During weekdays; I have cold cereal and a sliced banana, and my wife has a bowl of instant (hot) oatmeal she 'zaps'.

Weekends we splurge some and either have links or bacon with either an omelet or my signature pancake. The only time we eat out for breakfast is if we're traveling.

BTW, (in 1983) I took a cross country motorcycle trip from MN ~5500 mi total and during a breakfast stop in Kit Carson CO I ordered a pancake and what I got was 1 pancake the size of the plate (I think I only finished 1/2 of it).

From that experience I developed my signature pancake (the size of a plate) and my wife and I split it 30% (for her) 70% (for me).

The hardest thing to learn is how to flip a giant plate sized pancake.


Dennis said...

Lemonade, I have the birthday list, although it's missing quite a few.

Mainiac, you're right about biking temps; I get mine back from a tune-up this week and I can't wait. Hoping to do at least a 150 by the end of summer.

Lois, I suspect you'd have Adler on a couch before it was over.

T.Frank, 93?? Send it!

I'll take sausage patties over links any day.

Tarrajo, did I mention that I'm 4'2"?

Anybody heard from Melissa Bee and BarbB? One can only imagine the trouble they're causing...

DrDad, good to see you reappearing.

Warren, just how do you flip that sucker?

Buckeye said...

Jeannie. Happy 29th my butt. I know better. I met your great grand-daughter at a film fest in Sundance, and I know you're at least 37.

Dennis: I loved your WOW, but it was the second time in three days that that quote was in our Quiptoquote. Our "rag" is the worst. I can find "Waldo" every day.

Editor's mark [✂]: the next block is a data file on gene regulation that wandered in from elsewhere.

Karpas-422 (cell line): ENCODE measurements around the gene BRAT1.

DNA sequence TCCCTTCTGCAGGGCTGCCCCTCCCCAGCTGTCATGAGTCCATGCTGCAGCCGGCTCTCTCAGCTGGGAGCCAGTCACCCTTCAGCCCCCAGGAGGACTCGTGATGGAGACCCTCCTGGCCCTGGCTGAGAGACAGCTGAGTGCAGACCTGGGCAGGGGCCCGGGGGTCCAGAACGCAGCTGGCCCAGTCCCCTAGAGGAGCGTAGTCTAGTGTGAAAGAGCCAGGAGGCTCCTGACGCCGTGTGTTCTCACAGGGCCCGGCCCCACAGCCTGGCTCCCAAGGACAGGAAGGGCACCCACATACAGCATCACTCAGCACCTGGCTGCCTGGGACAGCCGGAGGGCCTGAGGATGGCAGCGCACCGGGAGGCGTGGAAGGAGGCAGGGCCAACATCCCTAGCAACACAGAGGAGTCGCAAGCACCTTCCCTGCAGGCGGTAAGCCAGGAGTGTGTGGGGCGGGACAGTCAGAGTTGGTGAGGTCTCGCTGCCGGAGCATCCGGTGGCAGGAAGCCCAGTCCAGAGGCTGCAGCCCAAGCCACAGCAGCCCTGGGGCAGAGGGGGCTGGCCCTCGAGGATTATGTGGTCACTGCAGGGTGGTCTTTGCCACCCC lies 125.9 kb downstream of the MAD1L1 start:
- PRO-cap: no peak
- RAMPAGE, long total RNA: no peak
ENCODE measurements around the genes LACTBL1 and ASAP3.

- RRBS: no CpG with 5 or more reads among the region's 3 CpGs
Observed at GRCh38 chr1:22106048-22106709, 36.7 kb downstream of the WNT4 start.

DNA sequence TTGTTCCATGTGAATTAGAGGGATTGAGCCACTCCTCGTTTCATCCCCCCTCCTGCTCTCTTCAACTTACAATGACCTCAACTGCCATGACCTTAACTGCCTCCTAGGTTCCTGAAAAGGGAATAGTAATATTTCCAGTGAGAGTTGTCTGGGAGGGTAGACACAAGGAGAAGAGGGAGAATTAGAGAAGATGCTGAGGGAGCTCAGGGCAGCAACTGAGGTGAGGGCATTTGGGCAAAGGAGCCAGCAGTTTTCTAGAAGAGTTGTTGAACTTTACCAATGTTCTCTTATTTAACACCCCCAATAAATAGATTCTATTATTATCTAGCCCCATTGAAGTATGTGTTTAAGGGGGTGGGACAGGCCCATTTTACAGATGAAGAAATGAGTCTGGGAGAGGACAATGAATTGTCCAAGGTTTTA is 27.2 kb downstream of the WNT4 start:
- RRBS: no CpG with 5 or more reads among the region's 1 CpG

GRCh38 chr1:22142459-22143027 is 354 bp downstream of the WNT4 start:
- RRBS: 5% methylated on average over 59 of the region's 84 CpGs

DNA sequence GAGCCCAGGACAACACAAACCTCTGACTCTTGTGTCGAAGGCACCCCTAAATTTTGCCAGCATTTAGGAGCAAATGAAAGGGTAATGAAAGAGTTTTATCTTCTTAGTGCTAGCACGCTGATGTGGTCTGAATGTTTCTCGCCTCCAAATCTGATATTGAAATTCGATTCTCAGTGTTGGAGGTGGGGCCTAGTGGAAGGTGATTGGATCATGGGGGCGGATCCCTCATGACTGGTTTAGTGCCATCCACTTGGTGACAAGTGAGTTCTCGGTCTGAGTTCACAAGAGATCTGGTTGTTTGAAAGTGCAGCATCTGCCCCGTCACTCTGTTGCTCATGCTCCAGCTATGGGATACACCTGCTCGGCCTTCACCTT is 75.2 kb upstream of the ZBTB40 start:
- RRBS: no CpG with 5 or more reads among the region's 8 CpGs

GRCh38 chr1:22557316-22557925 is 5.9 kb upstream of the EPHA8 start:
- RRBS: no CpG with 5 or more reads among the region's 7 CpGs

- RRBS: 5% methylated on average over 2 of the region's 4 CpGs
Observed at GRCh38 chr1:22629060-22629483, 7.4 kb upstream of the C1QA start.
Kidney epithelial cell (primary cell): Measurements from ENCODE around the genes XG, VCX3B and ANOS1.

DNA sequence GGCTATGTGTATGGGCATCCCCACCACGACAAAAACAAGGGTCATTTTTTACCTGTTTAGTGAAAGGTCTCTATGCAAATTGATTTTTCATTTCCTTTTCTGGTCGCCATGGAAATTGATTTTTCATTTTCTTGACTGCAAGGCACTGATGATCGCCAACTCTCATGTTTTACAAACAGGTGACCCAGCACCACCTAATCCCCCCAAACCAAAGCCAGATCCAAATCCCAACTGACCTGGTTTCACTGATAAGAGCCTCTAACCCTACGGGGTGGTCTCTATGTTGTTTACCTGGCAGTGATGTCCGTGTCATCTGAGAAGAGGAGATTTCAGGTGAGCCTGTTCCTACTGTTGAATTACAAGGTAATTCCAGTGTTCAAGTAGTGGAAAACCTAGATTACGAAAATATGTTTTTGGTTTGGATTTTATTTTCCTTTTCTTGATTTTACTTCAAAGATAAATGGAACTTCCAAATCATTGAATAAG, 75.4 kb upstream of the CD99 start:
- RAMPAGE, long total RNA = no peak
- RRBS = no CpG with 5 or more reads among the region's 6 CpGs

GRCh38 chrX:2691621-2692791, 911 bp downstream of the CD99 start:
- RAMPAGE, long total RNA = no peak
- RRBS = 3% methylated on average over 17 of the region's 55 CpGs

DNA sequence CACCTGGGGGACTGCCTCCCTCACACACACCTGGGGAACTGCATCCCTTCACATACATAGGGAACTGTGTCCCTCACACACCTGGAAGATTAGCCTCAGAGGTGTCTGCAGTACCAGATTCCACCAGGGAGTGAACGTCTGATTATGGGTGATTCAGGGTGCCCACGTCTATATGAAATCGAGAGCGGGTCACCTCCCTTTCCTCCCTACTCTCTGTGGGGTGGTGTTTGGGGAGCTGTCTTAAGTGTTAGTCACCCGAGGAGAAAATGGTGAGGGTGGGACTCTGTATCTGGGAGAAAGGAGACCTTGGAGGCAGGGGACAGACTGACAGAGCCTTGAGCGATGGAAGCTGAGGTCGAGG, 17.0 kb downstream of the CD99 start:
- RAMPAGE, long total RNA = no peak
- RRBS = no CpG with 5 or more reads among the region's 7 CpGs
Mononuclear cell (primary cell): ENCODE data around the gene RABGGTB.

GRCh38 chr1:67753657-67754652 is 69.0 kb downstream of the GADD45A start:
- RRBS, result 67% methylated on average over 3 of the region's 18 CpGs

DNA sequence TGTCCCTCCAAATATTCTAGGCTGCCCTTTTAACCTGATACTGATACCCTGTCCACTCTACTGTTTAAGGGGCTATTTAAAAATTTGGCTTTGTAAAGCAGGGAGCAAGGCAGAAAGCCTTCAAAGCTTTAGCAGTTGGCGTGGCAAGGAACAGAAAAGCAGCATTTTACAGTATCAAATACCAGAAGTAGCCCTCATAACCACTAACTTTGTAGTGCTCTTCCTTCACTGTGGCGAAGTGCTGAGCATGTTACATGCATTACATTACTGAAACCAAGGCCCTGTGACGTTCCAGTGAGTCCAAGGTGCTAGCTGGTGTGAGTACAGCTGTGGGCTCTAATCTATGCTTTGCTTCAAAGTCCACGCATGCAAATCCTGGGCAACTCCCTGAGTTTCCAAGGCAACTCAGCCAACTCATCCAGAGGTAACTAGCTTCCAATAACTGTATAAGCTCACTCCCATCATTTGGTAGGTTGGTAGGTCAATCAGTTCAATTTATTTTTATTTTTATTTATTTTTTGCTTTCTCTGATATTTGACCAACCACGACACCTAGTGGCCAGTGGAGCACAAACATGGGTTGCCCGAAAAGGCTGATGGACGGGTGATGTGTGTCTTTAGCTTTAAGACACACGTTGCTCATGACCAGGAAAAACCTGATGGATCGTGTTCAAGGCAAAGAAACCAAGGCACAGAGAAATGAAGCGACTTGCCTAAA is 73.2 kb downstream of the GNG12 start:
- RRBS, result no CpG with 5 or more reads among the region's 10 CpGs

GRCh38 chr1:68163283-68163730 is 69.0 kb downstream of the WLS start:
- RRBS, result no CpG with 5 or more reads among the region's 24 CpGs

Back to c.c.; You need to watch both operas with the librettos; Puccini's Tosca and Verdi's Aida.
They are both fantastic. I will bet you money that you and Clearayes will like Tosca better. I, on the other hand, perfer Aida.

Finally, to Clearayes. You jumped me on Kildare and Chamberlain. I really liked him in the "Thorn Birds". Gay, not gay I don't give a poop, ( I'm being very discreet tonight), he did a very good job in that series.

I have now run the gamut and it's time to "stop and smell the scotchness!" I bid you all, fairweather and smoothe sails. "Tis a fine time wherein I leave thee. Rejoice!!!"


kazie said...

I make whole wheat pancakes from scratch that can't be beat. This makes enough for a whole army, so for the two of us I divide it by three, and even that is too much.


Sift together:
2 cups whole wheat flour
3 tsp (=1 Tbsp.) baking powder
1 teaspoon salt
1 Tbsp. brown sugar (or see below for honey)

Beat together with electric hand mixer:
2 cups milk
½ cup oil
3 eggs
(1 Tbsp. honey if using instead of sugar)

Add flour mixture to liquids, mix together until just blended and let sit a few minutes to fully meld. Cook on a hot skillet/griddle. I use a large electric skillet set at 350 degrees. So obviously, doing six at once, flipping is out of the question--I turn them with a spatula.
After being used to these, I find the regular flour or from-a-mix pancakes gluey.

Dennis said...

Buckeye, we must do the same Cryptoquote. I used the one from yesterday, but the other one was pure coincidence.

Kazie, I'll try that recipe this weekend; sounds delicious, thanks. And the hell with dividing by three...

carol said...

Warren, your comment on the plate size pancake brought back a memory of a trip my husband & I were on and when he ordered a pancake breakfast that is exactly what he got...he couldn't finish it either, but said what he did eat was delicious! If I am out for breakfast I always order 2 eggs over gently, bacon, hash browns, toast w/butter on the side and coffee. Yummm.

Linda and WM: I will give my cousin your recipes for the hot pepper jelly, she LOVES spicy hot things!

carol said...

Dennis, you are 42 what??? Inseam, belt size (keep eatin' those pancakes)- of course the biking should take care of that! LOL